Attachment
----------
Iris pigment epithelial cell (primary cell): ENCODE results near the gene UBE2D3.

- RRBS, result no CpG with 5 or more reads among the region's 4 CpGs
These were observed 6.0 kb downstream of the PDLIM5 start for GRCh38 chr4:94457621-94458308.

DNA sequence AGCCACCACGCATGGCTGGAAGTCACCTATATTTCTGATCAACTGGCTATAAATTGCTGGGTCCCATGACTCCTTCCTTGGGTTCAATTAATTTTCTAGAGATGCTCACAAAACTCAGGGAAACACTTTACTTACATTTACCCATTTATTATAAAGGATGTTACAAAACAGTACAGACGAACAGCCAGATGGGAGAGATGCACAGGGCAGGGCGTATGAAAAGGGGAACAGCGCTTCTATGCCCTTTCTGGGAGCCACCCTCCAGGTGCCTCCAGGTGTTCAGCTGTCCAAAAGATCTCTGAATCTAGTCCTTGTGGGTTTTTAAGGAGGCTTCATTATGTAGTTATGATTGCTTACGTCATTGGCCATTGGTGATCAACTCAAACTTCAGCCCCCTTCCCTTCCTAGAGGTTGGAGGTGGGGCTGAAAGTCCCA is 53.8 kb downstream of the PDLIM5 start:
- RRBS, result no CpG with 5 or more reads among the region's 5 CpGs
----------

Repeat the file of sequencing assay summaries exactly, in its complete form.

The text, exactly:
Iris pigment epithelial cell (primary cell): ENCODE results near the gene UBE2D3.

- RRBS, result no CpG with 5 or more reads among the region's 4 CpGs
These were observed 6.0 kb downstream of the PDLIM5 start for GRCh38 chr4:94457621-94458308.

DNA sequence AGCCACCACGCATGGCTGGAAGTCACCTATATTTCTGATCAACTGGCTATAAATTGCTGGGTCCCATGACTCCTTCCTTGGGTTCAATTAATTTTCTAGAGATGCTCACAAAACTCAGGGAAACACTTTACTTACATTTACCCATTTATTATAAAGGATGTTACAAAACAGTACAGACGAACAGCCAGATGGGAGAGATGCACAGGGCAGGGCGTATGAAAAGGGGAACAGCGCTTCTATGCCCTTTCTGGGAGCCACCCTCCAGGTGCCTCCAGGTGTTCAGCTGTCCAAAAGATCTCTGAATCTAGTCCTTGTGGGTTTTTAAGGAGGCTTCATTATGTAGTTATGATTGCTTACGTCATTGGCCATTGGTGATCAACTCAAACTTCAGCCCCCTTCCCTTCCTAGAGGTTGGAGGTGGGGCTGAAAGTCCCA is 53.8 kb downstream of the PDLIM5 start:
- RRBS, result no CpG with 5 or more reads among the region's 5 CpGs